Your figures are the heart of your paper, they display your findings, and many readers are skipping right to the figures. The worst thing you can do here is to confuse your reader. Clutter, inconsistent colour coding, too much data or the wrong plot type can turn your reader off and in some cases distort the meaning of your data.

If you want to learn more about creating amazing figures, read about my 10-step process here.

4. You need to write in a short, clear and concise way

Often scientific authors confuse being a native speaker with knowing how to write. Let me tell you, these are two pairs of shoes. Being a native speaker can help to get grammar and spelling right but effectively communicating your ideas on paper requires the skill of writing. Therefore, don’t worry if you aren’t a native English speaker, you can still learn the essentials about good writing!

Good writing is often short, clear and concise. So, better slay those long sentences and paragraphs if you want to get your work published in a high-impact journal. An easy way to do this is by reading through your manuscript carefully and analysing whether each sentence adds sufficiently new information to be worth keeping. When you do this, you’ll probably cut out or rephrase a few sentences. In the next step, you can then analyse whether each word is worth keeping. You might be surprised by how many filler words you use that don’t add anything to the meaning of the sentence. I’ve listed some other tips to shorten your paper or proposals here.

Using consistent terminology, verbs instead of nouns and the right verb tense will also greatly improve your writing. More on this here.

5. Your abstract needs to tell a story too

Just listing a summary of your results just isn’t enough — especially if you are writing for a journal with a broad audience. Think of it: How much will your findings mean to a scientist from a different field or another discipline? Structuring your abstract in a way so that it tells a story is something you can do for most journals unless they specify a certain abstract structure.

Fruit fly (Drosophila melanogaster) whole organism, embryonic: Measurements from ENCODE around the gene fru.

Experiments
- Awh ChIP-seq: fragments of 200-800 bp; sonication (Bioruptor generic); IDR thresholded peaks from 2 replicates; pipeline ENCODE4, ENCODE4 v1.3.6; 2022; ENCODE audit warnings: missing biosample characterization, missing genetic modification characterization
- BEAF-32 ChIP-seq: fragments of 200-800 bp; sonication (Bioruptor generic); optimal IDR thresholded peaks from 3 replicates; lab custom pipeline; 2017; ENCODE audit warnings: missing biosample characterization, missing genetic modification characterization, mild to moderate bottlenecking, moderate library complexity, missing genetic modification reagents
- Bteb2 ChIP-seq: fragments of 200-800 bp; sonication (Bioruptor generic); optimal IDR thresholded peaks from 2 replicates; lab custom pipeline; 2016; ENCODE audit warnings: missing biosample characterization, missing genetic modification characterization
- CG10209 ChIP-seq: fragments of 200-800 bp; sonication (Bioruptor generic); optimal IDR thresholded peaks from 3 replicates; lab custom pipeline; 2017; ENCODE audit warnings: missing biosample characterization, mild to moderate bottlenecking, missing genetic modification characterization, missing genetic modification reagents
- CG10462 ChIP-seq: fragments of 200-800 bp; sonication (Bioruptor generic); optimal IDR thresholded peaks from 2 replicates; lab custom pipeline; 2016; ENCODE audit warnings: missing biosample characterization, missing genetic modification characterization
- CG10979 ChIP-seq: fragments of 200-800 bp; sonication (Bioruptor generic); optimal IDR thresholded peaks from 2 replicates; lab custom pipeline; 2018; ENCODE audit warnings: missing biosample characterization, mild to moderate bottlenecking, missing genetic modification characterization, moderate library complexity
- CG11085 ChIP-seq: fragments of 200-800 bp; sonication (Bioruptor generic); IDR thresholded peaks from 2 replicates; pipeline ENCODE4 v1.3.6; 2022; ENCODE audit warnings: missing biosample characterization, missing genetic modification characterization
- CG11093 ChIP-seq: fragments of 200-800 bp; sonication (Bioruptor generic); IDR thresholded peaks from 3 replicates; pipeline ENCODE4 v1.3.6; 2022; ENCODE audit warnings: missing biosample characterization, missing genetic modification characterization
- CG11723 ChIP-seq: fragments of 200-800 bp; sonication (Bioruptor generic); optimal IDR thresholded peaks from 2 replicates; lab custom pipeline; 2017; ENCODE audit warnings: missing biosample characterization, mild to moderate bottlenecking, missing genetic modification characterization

Speaking of which, Nature does specify that abstracts should be submitted in a story format. I’ve broken down this down into six steps, which I call the “Abstract recipe”. You can even download my Word abstract template there. Using this method, you’ll have your abstract written so quickly, I can only encourage you to try it out.


6.  You need to follow the journal guidelines meticulously

If your study is great and ground-breaking, your story in place, your figures outstanding and your writing clear, you can further increase your chances for acceptance by following the journal guidelines in absolutely every detail. For high-impact journals, in particular, the list can be long: Word count, reference format, section order, requirements for titles, headings and subheadings, … But it’s worth it! You show the editor that you have made the effort and you are also making their lives easier (always a good thing).

I also recommend to choose a target journal before you start writing and to follow the journal guidelines while writing instead of adjusting the paper to the guidelines in the last step. It'll save you time!


7. Your cover letter needs to convince

You need a convincing cover letter to get published in a high-impact journal

There you have it! By the way, these tips are also useful and relevant if you don't want to shoot quite as high as Nature, Science, Cell etc. but want to try another good, perhaps more specialised, journal.

And: If you have never published in a high-impact journal, but think that your new research might have a chance, just try it out! Even if the paper doesn’t get accepted you will probably get valuable comments and suggestions for your next submission, and you might learn what you need to do to be successful the next time.


Do you need help to get your paper in shape for publication in a high-impact journal? I can help you to craft a story for your paper and make your writing clearer and more concise, and I'd love to work with you! We can work together in the following ways:

  • I can edit your paper (for authors working on a topic within Chemistry-related fields)

  • I can give you advice on your paper in a strategy session

  • I can teach you and your peers how to write high-impact papers in a workshop.

Let's talk!

About the Author:

I’m Anna Clemens, a scientific editor and writing coach for scientists. I give workshops about scientific writing, offer strategy calls and edit papers and proposals. I’d love to work with you, please click here for more information.

I also regularly blog about scientific writing and write articles about science for magazines and websites. I hold a PhD in Chemistry/Materials Science.

When I’m not at my desk, I’m probably out and about with my dog and assistant Zuza.

I’d love to connect on Twitter (@scientistswrite) and Instagram (@scientistswhowrite)